India Open: On doubles day, a single bright spot

India Open: On doubles day, a single bright spot

Ashwini Ponnappa and Sikki Reddy stun higher-ranked Chinese duo as other Indian pairs bow out in the first round.

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Ashwini Ponnappa (L) and Sikki Reddy entered the second round after beating China’s Li Wenmei and Zheng Yu in a 47-minute encounter on Tuesday.

Hard work and good performances can sustain a partnership for only so long. After a while, one needs results to provide evidence of progress being made.

Ashwini Ponnappa and N. Sikki Reddy have been playing together for quite some time now, but it seemed the pair was unable to take the next big step.

Winning a match or two at big tournaments and then going down to fancied opponents after a close fight can leave one deflated. It’s in this context that Tuesday’s 22-20 21-19 victory over the higher-ranked Chinese combination of Li Wenmei and Zheng Yu at the Yonex-Sunrise India Open should be seen.

Ashwini and her former doubles partner Jwala Gutta enjoyed considerable success – including a world championship bronze in 2011 and Commonwealth Games gold a year earlier – but her combination with Sikki wasn’t delivering the desired results. “We used to get chances against higher-ranked opponents, but couldn’t convert. We used to get to quarters and semis, and not take the next step,” Ashwini said after their win against the Chinese pair ranked five places above them at No. 18.


The Indians trailed in both games, but never let their opponents get out of sight. They were even down a game point in the first game, but won three straight points to take the opener. The second game went on similar lines.

The teams kept exchanging leads but the Indians had another finishing kick in them to seal a spot in the second round after a riveting 47-minute encounter. “This win is all the more satisfying as there were no easy points. We were behind 7-11 at the mid-game break in the opener, but recovered well thereafter.”

The presence of Indonesian coach Flandy Limpele in their corner also contributed in the turnaround. The Badminton Association of India had recently roped in Limpele’s services along with Indonesia’s Namrih Suroto, who joined the camp following the exit of Malaysian Tan Kim Her.

“We were making easy mistakes at the start. The coach told us to be patient and consistent, and target the Chinese’s slight weakness at the net,” Sikki chipped in. “He told us to shorten our swing, open our bodies and keep the elbows high. We took charge of the net and put them under pressure.”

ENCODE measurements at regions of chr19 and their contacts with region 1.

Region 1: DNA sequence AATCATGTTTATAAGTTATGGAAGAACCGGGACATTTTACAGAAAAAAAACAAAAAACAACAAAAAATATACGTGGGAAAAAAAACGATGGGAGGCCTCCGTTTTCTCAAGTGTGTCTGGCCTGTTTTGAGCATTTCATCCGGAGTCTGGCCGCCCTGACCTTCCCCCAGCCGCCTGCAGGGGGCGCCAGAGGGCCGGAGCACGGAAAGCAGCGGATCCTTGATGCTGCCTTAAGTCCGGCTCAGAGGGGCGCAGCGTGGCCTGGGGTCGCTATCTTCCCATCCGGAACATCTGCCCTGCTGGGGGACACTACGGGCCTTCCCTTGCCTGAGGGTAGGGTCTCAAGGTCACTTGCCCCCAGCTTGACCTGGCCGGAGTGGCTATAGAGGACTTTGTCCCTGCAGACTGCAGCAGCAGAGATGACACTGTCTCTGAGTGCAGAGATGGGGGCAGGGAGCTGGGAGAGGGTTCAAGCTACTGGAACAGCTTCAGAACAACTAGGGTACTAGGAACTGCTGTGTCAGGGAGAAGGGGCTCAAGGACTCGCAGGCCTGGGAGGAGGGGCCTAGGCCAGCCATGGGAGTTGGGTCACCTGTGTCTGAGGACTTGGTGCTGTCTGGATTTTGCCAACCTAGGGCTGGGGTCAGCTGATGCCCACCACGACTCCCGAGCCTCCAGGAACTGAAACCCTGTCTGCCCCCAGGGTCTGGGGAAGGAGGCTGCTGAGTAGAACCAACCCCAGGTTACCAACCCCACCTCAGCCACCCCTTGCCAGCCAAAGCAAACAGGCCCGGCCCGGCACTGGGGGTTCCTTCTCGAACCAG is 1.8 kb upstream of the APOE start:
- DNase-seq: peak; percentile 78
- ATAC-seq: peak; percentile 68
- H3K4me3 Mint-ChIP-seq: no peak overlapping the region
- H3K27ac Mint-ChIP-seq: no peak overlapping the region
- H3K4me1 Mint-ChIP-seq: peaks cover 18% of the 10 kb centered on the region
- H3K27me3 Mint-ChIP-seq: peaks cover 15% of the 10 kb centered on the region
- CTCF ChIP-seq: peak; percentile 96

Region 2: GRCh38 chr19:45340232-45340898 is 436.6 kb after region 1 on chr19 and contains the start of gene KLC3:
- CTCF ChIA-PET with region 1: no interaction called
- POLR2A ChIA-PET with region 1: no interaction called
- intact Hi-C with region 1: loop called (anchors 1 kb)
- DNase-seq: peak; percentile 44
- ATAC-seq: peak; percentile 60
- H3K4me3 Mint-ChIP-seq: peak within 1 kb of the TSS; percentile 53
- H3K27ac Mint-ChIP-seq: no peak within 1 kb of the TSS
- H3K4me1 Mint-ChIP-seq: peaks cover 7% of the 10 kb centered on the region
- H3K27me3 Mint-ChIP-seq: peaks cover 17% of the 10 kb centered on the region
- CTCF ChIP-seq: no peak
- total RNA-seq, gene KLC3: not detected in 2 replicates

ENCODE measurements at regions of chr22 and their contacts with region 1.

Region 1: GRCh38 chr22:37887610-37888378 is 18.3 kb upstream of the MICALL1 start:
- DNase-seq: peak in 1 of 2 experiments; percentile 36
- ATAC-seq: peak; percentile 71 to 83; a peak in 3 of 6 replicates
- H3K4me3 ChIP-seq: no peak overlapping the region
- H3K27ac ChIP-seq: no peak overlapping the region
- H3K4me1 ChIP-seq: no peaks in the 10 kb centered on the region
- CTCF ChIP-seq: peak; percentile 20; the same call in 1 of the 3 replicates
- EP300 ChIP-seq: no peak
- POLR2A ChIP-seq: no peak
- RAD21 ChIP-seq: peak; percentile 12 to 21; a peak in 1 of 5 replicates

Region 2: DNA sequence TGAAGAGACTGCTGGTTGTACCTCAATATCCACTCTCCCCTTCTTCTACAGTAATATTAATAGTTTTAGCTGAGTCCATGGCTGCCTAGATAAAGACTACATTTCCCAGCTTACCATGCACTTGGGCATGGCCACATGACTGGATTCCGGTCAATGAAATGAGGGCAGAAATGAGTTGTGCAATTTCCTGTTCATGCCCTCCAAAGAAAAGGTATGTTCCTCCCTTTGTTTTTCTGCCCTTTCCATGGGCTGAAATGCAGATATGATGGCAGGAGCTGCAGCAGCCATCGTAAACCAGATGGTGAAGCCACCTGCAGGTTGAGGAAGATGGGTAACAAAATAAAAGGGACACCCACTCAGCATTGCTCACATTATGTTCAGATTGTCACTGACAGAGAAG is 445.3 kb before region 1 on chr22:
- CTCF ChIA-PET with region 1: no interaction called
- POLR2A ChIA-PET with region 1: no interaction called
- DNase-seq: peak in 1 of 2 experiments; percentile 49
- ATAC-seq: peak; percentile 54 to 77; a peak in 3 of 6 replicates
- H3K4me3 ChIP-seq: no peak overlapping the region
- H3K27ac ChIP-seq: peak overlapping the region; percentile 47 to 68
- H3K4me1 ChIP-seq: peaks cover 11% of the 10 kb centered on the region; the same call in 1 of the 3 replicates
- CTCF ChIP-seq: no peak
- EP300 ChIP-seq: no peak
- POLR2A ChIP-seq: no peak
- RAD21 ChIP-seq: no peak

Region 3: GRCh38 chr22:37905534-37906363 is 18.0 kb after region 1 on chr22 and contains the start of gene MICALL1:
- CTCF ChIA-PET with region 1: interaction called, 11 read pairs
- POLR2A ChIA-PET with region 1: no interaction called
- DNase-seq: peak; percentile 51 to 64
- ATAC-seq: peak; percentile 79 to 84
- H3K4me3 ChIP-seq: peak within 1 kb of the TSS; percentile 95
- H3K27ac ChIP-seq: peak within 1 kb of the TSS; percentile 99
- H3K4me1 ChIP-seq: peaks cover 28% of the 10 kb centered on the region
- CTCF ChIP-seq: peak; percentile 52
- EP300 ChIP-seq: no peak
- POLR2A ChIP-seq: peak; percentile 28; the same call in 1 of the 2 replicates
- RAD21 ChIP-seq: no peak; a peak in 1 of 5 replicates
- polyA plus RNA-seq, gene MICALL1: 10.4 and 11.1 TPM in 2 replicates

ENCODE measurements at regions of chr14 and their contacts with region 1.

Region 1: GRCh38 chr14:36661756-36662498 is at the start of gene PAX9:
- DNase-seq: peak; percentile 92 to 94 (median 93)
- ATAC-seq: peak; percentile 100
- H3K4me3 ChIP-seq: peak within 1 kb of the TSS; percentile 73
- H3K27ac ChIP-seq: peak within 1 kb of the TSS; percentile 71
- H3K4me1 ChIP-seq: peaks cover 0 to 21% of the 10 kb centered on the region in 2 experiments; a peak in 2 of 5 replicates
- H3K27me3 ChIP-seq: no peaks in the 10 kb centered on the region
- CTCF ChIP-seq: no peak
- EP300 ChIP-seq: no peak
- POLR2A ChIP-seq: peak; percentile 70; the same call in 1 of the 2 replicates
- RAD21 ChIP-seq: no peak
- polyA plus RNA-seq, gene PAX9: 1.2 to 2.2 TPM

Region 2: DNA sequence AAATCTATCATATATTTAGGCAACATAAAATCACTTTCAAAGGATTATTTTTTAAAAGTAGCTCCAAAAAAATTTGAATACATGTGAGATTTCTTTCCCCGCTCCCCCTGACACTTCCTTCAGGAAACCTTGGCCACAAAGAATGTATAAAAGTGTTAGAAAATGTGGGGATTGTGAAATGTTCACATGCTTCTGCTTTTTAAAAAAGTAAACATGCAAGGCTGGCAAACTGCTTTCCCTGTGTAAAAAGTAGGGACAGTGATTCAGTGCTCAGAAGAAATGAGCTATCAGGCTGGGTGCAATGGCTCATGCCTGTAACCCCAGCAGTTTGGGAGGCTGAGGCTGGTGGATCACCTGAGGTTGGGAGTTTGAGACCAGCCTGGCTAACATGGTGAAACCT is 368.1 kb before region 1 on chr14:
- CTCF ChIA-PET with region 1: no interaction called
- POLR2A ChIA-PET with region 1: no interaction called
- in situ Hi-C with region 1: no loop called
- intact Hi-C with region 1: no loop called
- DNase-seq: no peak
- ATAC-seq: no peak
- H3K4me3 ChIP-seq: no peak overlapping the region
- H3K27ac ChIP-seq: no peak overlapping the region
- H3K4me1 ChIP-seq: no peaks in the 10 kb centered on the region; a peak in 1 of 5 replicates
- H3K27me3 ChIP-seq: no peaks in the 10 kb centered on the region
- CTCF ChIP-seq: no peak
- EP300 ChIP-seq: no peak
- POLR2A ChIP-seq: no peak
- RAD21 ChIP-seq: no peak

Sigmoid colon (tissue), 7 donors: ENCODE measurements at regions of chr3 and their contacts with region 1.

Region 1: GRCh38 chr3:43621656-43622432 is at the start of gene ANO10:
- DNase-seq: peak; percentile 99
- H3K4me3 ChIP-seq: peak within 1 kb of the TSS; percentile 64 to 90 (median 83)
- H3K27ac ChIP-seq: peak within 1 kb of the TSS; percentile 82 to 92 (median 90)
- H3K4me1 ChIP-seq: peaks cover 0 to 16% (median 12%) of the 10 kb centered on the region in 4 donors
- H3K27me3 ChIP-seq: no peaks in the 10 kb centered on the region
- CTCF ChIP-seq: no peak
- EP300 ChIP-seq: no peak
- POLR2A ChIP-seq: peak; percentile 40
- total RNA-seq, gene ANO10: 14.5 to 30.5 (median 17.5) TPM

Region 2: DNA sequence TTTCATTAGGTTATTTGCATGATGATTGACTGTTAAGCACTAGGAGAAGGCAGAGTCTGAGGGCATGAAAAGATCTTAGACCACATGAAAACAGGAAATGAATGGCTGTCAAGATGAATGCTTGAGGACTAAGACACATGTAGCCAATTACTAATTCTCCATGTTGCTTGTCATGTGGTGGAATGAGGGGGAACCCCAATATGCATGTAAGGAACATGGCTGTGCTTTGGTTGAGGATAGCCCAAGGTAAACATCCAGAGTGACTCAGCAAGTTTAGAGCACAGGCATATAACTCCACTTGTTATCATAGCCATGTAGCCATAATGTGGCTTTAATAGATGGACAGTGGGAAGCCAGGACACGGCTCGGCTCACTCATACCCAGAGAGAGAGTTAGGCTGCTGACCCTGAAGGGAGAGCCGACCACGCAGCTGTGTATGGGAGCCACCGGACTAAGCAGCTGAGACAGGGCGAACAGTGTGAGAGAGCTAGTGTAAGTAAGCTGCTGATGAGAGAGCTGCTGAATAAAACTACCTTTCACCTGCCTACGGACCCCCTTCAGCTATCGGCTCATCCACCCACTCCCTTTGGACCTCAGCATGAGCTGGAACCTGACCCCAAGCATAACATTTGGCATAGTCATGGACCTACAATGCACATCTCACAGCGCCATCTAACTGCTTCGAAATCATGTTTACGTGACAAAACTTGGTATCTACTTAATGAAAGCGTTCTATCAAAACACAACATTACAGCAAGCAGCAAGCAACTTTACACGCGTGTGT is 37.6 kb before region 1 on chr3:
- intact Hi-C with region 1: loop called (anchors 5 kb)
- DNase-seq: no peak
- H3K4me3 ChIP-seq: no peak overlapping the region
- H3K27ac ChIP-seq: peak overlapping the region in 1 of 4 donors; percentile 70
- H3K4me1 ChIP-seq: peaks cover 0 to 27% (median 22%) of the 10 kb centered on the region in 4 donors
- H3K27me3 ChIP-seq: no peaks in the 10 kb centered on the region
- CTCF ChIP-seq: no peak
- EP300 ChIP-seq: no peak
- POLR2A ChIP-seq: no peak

The duo is working on specific aspects of their game, which they believe can take them higher up the rankings. “Serve and returns are two areas where we needed to improve. In crunch situations, they have let us down. Also, we need to start games better. Training under the new coach has been very intense, and we have to carry on till our arms ache. We have worked a lot to address our lack of consistency. We have not focused a lot on women’s doubles in the last few months as we were playing mixed doubles as well, but have started working hard on it,” Ashwini said.

Qualifying for the Olympics is a medium-term goal for all shuttlers in the coming months and tournaments, but the Bangalore girl wants something else too. “It’s our goal to win a big tournament. We’ve not played many smaller events. It’s always the big competitions where we face the toughest players.”

Other locals disappoint

All but two of the 20 qualifying spots available in the main draw of the five disciplines were taken by Indian players – including all eight in the singles. Out of the 16 shuttlers in the men’s singles qualifiers, 13 were from India. But otherwise, there was not much to cheer the local contingent on the first day of main draw competition.

Only doubles matches were played in the main draw on Tuesday, and apart from the exploits of Ashwini and Sikki, the other Indians came a cropper. The local players who did advance in the draw did so at the expense of their compatriots.

Second seeds knocked out

The biggest upset of the day came in men’s doubles where the second seeds from Malaysia, Goh V Shem and Tan Wee Kiong, were shown the door by the Indonesian pairing of Ricky Karandasuwardi and Angga Pratama in a tight contest 17-21 23-21 21-19 in 49 minutes.

Top seeds Kim Astrup and Anders Skaarup Rasmussen had a facile victory, but the ouster of the No.2 seeds can open up the draw for the several Indian combinations in the fray.


Singles action begins on Wednesday with the likes of PV Sindhu, Kidambi Srikanth, B Sai Praneeth and Sameer Verma representing the Indian interest. Former champions Viktor Axelsen and Ratchanok Intanon as well as Chinese contender He Bingjao will also take the court.